The lights at either end of the trolley presented a few additional challenges. The first was selecting LEDs. I wanted them to be very bright since some of the trolley's operation would take place in a lighted room at the hospital and I didn't want them to be overpowered by the room lights. More importantly I wanted lights that looked good. The typical 5mm bullet shaped LEDs are fairly long and would project farther out of the trolley than I wanted. The end plates on the trolley were made from shaped 3/32" Plexiglas and I didn't want an LED sticking very far out of the front or back of the plastic. In this case another new product filled the bill. In order to achieve greater brightness some manufacturers have started to put multiple LED junctions in one case. These are called multi-chip LEDs. The total light output from the three LEDs on the chip is blinding.
This photo of a multi-chip LED was taken through a filter and with the voltage way below what the LED needs to operate. If you look carefully you can make out the three separate diode junctions and the wires that connect to them.
They can be extremely bright and come in a number of case configurations. The ones that I chose were ideal for this application since the LED has a square base and a small 5mm lens that barely sticks out above the base.
These LEDs have four leads coming out of the back. The leads are wired in pairs with the two smaller leads being anodes and the two larger leads being cathodes. Even though you only need to hook up one of each lead the fact that there were four leads really helped in mounting them to the plastic. I just drilled four holes, inserted the LED's leads and bent them over to secure the LED. I just had to make sure that I joined the two cathodes and the two anodes together before a drop of solder made them a permanent part of the trolley.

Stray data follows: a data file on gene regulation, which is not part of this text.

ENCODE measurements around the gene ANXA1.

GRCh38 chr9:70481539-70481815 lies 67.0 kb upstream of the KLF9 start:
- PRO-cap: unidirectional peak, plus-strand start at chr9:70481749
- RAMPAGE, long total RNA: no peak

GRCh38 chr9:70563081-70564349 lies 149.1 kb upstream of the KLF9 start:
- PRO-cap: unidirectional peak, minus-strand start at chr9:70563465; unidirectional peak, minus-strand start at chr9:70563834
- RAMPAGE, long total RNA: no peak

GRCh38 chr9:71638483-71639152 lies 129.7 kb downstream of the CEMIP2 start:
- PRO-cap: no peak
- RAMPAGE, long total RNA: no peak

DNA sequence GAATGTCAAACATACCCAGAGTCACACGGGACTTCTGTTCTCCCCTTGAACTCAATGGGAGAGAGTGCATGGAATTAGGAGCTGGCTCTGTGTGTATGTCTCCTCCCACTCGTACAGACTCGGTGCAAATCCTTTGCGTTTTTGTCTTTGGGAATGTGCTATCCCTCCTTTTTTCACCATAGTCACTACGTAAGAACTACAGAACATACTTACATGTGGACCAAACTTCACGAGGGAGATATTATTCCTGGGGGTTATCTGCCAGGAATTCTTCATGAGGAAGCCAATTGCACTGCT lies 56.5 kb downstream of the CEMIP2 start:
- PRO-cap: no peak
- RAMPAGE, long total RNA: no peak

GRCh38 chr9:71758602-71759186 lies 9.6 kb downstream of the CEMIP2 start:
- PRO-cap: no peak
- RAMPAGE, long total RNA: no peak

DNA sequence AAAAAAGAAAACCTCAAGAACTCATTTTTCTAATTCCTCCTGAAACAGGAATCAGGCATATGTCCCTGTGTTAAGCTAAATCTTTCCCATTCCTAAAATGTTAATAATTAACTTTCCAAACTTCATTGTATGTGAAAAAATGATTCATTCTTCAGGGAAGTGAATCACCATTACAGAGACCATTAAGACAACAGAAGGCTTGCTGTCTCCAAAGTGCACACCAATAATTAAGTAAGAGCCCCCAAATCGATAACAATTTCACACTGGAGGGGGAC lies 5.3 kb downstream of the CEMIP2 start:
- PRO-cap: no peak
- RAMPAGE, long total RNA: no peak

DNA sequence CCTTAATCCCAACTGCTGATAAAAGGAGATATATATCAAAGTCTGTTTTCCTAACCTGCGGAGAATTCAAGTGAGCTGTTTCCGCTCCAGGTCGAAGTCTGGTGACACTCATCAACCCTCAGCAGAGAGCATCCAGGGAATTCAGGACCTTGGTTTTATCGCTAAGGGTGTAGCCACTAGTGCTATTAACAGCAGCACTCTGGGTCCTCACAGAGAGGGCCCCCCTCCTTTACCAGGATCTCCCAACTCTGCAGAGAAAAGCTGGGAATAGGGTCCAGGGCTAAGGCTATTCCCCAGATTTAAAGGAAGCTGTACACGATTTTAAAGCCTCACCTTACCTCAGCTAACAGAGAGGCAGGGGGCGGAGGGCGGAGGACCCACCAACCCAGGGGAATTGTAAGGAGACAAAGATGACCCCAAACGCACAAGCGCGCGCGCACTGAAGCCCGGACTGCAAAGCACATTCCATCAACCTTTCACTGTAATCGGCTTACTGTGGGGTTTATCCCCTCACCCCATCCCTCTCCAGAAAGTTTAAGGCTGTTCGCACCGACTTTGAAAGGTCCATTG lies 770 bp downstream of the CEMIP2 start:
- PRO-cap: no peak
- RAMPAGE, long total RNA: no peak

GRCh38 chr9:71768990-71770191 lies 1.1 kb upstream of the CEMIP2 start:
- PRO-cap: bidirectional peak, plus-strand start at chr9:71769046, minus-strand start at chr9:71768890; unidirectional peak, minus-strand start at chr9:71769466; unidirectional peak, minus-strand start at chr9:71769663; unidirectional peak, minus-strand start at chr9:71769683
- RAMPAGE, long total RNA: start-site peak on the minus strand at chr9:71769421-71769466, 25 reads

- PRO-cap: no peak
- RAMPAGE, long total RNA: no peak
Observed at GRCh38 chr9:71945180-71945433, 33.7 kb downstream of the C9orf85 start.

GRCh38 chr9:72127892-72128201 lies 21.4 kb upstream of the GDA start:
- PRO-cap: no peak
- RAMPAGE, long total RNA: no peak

Thin (30 gauge) wire was soldered to the LEDs and routed through the trolley's base via a 1/16" piece of brass tubing. I also painted the square base of the LEDs black to make it look like a housing.
Directional Lighting Circuit
The circuit that controls the front and rear lights is a bit more complex but starts out with virtually the same components that we used on the clerestory. If we were satisfied with having both lights stay on whenever the trolley ran we could have just wired these LEDs in parallel with the clerestory lights and we would have been done.
I wanted to have directional lights that would have only the front light illuminated when the trolley was going forwards and only the rear light lit when it went the other way. This would accomplish two things. First it would look better as there is little sense in lighting the track behind you. More importantly it would preserve the power in the capacitors so that the lights would be able to stay on longer when at the end of the track. I also wanted a circuit that would utilize only one additional set of supercaps as they are fairly large and space was at a premium under the trolley.
The circuit adds a few components to what we used for the clerestory lighting. LEDs D3 and D4 are at opposite ends of the trolley. R1 and R2 are 30 ohm current limiting resistors that keep too much current from destroying the LEDs. The components that actually turn the appropriate LED on or off are D5, D6, R5, R6, Q1 and Q2. When the polarity on the track is set one way one of the diodes conducts turning on the transistor it is attached to. When the polarity reverses the other diode comes into play. The transistors that I used are a special type of transistor called Mosfets (metal oxide silicon field effect transistors). The work just like regular transistors but have one characteristic that makes them very useful in this application. I'll explain more about that in a moment.